Profile: Daryl Austin

Daryl Austin is messing with our minds in his current exhibition at Greenaway Gallery.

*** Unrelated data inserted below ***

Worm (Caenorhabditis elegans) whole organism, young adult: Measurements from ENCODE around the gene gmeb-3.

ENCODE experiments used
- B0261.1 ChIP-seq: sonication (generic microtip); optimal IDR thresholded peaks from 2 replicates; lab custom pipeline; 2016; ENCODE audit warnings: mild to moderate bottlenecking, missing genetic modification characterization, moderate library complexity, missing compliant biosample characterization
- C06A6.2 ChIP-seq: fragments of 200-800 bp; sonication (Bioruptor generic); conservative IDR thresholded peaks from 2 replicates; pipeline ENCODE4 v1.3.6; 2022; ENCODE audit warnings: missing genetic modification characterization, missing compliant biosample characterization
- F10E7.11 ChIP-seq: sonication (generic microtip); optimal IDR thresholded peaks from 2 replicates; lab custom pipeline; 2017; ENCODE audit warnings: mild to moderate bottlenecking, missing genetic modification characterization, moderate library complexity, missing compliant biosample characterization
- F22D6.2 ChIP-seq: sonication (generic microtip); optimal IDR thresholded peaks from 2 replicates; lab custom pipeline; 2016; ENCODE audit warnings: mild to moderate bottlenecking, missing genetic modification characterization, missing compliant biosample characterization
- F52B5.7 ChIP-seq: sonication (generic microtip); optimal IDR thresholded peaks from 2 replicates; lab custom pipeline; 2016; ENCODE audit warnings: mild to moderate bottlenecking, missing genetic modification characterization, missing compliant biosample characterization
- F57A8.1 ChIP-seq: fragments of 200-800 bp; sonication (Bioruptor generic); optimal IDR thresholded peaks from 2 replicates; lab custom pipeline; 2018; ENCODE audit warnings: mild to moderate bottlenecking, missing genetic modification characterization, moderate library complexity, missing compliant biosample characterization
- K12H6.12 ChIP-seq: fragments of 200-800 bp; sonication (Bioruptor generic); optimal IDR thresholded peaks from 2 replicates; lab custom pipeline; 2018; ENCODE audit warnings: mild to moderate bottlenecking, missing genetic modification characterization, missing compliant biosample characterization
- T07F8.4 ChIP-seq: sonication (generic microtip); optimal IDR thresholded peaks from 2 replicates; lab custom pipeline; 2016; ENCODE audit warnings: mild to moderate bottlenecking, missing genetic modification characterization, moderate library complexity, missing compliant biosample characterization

He’s takingthe fundamentals of portraiture and turning it on its head. The images have a vintage feel and titles like Dublin 1911 leaving the viewer wondering, is it a portrait of a real person from Dublin in 1911 or something else? On closer inspection you realise there is something skew-whiff – the subjects have different coloured eyes, they are all distorted. “I have constructed them so they all kind of have a vintage photo look. Except once you start looking closer you realise it’s all constructed, it’s all made up basically.” Titled Fictions the exhibition focuses on the idea that everyone believes photos and photo portraits. “These portraits are constructed and smashed together and they become new people, they have never existed,” he explains. “I have given titles to them of what they might be and times, I have no idea if that’s the case.” Austin wants to show people that just because it’s a portrait, and it looks like someone, that doesn’t necessarily make it a good portrait. “One of the works, Minnesota 1927 has an albino eye and a pale blue eye. It’s about having that point of difference where people can look at them and at some point think, `They all can’t have different coloured eyes, so what’s that about?’” He is questioning portraits and photos, what’s real and what’s not and our acceptance of an image because of preconceived notions. Austin hasn’t always focused on portraits, having previously looked more at the subject of painting itself. “I guess since about 2006 my work has been getting more naturalistic. I have been learning the skills of painting more naturalistically.” Austin felt the best way to do this was through portraiture which would make him even more engaged with the act of painting. Austin is particularly interested in painting people and the audiences’ reaction to these paintings. “The trouble is most people’s perception is, `Why would I want a picture of someone I don’t know on the wall? It’s not a member of my family.’ As soon as it becomes something not real, or something else is going on, people’s perceptions change.” The whole basis of this body of work is to turn the focus around from the portrait itself, to it being seen for its value as a painting. “That is one of the difficulties with portraiture, that the primary aim seems to be about a likeness of someone and never about it being a painting. I’m trying to swing it around so it’s an interesting painting and sure it’s someone but it’s not a real someone. Or it could potentially be a real someone.” Daryl Austin Fictions Greenaway Art Gallery Continues until Friday, December 20  

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